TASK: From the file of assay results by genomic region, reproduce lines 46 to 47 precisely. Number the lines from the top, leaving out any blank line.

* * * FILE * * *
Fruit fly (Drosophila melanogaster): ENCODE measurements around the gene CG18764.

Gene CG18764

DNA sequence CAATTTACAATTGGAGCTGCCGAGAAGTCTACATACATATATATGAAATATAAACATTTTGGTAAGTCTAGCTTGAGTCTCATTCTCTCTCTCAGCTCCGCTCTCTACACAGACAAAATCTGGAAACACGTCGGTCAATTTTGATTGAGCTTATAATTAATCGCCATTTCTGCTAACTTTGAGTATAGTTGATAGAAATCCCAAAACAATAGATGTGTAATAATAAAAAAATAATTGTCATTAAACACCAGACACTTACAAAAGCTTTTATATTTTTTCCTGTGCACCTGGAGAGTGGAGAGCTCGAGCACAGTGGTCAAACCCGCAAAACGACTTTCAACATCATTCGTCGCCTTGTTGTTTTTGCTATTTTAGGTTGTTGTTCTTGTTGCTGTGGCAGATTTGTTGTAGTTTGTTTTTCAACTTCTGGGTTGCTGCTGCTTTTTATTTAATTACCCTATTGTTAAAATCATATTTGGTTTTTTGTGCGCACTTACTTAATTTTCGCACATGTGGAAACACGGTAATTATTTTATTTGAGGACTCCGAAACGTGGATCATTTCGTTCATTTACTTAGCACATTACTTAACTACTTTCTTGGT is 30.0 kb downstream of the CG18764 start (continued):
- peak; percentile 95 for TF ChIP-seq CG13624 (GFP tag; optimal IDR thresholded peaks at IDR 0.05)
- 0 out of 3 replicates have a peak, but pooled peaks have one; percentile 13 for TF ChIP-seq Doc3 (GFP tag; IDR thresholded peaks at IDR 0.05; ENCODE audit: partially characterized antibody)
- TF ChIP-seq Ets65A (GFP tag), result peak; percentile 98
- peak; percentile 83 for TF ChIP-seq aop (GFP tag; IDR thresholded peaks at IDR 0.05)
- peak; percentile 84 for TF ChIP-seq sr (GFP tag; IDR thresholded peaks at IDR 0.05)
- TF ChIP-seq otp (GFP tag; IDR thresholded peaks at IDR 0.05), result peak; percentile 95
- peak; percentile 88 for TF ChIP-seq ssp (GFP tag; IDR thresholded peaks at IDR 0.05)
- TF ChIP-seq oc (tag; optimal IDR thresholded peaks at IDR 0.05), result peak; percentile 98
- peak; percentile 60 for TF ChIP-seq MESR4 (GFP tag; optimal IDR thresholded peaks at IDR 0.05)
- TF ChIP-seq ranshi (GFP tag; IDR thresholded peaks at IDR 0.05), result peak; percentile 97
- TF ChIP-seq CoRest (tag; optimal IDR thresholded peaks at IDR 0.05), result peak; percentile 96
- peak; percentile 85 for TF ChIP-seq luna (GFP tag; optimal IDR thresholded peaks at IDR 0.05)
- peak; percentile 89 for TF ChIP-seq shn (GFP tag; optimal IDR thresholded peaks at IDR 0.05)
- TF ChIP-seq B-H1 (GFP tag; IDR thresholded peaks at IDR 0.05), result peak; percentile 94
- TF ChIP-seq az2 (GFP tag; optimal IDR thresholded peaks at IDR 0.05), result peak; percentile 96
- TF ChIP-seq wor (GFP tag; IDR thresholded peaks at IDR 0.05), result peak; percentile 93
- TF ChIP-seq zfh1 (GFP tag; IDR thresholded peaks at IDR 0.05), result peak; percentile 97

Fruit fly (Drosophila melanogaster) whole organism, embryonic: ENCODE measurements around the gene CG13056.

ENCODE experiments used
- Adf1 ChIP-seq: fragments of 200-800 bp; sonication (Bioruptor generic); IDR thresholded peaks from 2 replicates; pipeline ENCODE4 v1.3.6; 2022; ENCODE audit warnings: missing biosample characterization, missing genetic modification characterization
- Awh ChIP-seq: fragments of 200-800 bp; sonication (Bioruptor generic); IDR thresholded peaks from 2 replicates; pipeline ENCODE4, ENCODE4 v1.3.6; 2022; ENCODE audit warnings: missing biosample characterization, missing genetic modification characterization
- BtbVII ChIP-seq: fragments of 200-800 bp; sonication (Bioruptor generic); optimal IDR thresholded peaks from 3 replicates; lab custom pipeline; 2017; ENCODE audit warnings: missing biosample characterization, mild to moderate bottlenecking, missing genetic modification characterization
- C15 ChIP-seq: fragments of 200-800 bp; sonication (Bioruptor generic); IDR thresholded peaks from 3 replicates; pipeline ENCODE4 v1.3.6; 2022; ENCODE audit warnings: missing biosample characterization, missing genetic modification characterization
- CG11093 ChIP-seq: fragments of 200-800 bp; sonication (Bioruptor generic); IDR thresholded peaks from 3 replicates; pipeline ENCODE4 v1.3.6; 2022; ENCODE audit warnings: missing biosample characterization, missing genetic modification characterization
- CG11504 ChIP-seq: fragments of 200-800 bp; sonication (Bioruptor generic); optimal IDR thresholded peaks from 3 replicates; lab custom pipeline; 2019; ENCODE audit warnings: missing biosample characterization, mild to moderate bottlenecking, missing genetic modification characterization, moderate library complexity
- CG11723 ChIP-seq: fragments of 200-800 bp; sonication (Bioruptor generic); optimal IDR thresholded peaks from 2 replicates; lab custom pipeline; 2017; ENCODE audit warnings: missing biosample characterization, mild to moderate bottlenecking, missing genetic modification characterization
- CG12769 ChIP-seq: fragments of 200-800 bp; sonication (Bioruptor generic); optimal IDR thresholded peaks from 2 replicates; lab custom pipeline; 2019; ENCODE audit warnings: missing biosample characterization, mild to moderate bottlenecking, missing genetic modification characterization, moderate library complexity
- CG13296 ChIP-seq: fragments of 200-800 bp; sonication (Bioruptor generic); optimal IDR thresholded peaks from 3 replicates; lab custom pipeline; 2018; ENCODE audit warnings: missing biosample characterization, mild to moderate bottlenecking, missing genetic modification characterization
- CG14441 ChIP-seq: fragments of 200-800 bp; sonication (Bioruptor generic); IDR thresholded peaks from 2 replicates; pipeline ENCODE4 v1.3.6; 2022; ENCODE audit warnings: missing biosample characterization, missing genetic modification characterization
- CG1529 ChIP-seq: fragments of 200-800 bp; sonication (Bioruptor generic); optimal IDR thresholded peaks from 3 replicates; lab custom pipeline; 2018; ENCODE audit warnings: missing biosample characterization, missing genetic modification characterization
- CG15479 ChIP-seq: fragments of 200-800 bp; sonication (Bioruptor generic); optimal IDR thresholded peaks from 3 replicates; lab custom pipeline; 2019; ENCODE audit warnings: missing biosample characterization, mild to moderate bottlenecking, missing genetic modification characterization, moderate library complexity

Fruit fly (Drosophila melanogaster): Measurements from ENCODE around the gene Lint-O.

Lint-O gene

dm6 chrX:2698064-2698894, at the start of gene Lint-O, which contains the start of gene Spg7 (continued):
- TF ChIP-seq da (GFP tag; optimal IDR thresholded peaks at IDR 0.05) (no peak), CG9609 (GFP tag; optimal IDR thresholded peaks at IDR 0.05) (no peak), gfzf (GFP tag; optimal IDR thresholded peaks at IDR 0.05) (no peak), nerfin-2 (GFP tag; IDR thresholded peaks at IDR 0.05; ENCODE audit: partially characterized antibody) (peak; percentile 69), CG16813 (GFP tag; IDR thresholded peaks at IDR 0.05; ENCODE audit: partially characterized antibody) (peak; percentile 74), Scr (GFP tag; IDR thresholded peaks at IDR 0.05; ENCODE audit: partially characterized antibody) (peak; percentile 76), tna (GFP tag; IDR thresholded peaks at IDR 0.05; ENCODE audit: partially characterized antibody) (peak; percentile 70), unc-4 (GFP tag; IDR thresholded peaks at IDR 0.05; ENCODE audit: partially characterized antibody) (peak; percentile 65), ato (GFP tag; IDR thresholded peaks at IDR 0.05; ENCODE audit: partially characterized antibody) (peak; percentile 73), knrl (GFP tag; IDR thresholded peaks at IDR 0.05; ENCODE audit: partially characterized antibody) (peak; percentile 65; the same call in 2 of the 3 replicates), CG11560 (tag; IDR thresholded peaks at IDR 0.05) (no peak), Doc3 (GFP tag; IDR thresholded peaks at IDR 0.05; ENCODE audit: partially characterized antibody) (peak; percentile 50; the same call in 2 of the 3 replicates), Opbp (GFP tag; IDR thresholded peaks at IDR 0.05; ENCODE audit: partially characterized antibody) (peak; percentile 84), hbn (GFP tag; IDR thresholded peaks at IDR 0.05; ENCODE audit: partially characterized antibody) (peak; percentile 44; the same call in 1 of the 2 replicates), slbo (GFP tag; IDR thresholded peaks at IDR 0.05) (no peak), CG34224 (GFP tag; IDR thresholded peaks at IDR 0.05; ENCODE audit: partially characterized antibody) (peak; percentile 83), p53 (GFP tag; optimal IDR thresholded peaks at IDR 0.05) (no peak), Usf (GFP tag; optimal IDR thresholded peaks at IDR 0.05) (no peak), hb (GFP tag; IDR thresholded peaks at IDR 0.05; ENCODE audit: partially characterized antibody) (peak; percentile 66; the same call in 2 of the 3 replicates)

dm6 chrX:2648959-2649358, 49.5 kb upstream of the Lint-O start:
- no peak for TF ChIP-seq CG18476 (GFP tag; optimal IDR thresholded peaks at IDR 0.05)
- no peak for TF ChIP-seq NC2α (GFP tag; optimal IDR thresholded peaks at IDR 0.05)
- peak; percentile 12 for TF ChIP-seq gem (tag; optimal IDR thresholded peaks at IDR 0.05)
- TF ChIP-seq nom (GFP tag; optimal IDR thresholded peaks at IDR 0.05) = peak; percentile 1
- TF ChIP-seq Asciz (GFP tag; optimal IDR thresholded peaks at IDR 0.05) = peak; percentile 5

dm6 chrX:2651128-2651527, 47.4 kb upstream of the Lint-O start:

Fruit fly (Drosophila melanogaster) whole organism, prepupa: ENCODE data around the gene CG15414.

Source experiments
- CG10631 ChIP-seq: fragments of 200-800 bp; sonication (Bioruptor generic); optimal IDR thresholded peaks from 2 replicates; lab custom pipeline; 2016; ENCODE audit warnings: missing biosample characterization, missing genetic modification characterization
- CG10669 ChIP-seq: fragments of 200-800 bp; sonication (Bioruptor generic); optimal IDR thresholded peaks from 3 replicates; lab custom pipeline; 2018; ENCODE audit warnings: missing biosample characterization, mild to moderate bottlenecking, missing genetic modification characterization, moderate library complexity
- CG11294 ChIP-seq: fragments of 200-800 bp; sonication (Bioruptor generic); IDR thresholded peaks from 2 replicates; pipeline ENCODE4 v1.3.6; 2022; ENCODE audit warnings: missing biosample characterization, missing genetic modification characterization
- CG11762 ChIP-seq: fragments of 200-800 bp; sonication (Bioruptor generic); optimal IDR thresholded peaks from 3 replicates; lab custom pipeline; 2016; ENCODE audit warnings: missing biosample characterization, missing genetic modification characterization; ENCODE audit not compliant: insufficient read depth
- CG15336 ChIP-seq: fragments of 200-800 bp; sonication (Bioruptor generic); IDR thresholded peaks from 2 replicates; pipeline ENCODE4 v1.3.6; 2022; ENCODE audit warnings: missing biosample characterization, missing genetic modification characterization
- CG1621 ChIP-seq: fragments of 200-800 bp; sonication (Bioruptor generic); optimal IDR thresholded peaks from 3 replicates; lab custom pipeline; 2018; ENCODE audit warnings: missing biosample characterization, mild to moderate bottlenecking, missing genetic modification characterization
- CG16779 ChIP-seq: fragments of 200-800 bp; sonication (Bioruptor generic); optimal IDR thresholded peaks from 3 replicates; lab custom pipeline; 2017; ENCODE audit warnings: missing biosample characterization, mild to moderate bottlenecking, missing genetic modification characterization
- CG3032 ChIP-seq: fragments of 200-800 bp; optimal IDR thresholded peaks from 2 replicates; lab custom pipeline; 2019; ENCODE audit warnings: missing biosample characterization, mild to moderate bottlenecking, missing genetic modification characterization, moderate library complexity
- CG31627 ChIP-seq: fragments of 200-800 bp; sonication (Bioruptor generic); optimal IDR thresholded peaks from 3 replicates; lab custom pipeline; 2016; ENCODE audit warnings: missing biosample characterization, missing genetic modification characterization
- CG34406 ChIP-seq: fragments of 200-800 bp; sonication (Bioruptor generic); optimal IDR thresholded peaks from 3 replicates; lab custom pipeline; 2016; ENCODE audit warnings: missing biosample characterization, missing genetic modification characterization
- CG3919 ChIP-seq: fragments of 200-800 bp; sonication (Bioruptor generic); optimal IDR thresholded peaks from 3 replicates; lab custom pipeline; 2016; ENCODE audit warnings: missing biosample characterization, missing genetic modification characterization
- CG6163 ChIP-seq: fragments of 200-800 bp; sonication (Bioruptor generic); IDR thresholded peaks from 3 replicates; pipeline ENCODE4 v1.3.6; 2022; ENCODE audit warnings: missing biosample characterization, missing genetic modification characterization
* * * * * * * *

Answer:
Fruit fly (Drosophila melanogaster) whole organism, prepupa: ENCODE data around the gene CG15414.

Source experiments